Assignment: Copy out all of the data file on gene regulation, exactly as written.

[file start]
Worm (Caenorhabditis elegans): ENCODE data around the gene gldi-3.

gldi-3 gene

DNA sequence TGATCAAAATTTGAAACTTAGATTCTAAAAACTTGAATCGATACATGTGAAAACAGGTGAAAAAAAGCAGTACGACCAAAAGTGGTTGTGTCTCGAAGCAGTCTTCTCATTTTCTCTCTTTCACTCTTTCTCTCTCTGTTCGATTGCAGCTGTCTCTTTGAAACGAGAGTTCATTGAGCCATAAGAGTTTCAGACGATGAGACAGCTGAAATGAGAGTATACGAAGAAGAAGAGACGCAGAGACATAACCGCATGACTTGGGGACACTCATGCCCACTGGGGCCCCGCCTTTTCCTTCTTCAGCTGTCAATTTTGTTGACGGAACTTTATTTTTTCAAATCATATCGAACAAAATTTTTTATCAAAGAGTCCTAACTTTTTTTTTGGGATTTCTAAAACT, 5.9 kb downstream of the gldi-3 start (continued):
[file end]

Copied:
Worm (Caenorhabditis elegans): ENCODE data around the gene gldi-3.

gldi-3 gene

DNA sequence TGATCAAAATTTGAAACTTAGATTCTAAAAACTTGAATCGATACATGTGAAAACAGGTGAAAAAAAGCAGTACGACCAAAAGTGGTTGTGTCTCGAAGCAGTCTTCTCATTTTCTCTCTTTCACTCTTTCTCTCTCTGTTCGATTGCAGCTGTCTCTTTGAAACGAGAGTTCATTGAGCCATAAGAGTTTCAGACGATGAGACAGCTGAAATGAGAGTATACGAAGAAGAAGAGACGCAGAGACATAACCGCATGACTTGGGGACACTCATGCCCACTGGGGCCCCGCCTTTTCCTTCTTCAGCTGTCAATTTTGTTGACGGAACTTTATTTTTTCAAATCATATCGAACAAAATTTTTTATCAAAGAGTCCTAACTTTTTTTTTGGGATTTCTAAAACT, 5.9 kb downstream of the gldi-3 start (continued):